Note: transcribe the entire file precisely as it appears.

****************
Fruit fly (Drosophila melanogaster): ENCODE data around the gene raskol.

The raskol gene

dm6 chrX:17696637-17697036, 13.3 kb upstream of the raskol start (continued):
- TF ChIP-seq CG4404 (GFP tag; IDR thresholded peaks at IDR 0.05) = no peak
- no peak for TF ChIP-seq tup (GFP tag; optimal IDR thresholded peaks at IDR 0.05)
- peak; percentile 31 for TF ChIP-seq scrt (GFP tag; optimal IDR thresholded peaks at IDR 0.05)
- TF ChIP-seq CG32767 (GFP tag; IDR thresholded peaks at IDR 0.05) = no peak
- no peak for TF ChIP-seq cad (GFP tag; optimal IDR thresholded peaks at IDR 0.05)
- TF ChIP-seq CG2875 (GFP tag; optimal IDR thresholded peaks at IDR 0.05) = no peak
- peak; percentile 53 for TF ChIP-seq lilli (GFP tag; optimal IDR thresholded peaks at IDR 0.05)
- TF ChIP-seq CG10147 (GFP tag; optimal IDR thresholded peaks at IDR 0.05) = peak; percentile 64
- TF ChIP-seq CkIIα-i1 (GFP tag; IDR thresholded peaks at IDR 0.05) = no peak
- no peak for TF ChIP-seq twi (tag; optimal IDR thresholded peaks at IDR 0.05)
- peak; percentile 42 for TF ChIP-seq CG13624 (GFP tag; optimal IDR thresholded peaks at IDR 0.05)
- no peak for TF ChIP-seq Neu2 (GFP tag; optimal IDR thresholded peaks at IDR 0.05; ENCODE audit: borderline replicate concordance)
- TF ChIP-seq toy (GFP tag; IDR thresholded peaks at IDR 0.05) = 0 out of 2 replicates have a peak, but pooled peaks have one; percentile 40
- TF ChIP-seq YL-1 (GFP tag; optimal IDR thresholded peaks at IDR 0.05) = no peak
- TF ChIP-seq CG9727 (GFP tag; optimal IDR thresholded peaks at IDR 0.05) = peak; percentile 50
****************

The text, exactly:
Fruit fly (Drosophila melanogaster): ENCODE data around the gene raskol.

The raskol gene

dm6 chrX:17696637-17697036, 13.3 kb upstream of the raskol start (continued):
- TF ChIP-seq CG4404 (GFP tag; IDR thresholded peaks at IDR 0.05) = no peak
- no peak for TF ChIP-seq tup (GFP tag; optimal IDR thresholded peaks at IDR 0.05)
- peak; percentile 31 for TF ChIP-seq scrt (GFP tag; optimal IDR thresholded peaks at IDR 0.05)
- TF ChIP-seq CG32767 (GFP tag; IDR thresholded peaks at IDR 0.05) = no peak
- no peak for TF ChIP-seq cad (GFP tag; optimal IDR thresholded peaks at IDR 0.05)
- TF ChIP-seq CG2875 (GFP tag; optimal IDR thresholded peaks at IDR 0.05) = no peak
- peak; percentile 53 for TF ChIP-seq lilli (GFP tag; optimal IDR thresholded peaks at IDR 0.05)
- TF ChIP-seq CG10147 (GFP tag; optimal IDR thresholded peaks at IDR 0.05) = peak; percentile 64
- TF ChIP-seq CkIIα-i1 (GFP tag; IDR thresholded peaks at IDR 0.05) = no peak
- no peak for TF ChIP-seq twi (tag; optimal IDR thresholded peaks at IDR 0.05)
- peak; percentile 42 for TF ChIP-seq CG13624 (GFP tag; optimal IDR thresholded peaks at IDR 0.05)
- no peak for TF ChIP-seq Neu2 (GFP tag; optimal IDR thresholded peaks at IDR 0.05; ENCODE audit: borderline replicate concordance)
- TF ChIP-seq toy (GFP tag; IDR thresholded peaks at IDR 0.05) = 0 out of 2 replicates have a peak, but pooled peaks have one; percentile 40
- TF ChIP-seq YL-1 (GFP tag; optimal IDR thresholded peaks at IDR 0.05) = no peak
- TF ChIP-seq CG9727 (GFP tag; optimal IDR thresholded peaks at IDR 0.05) = peak; percentile 50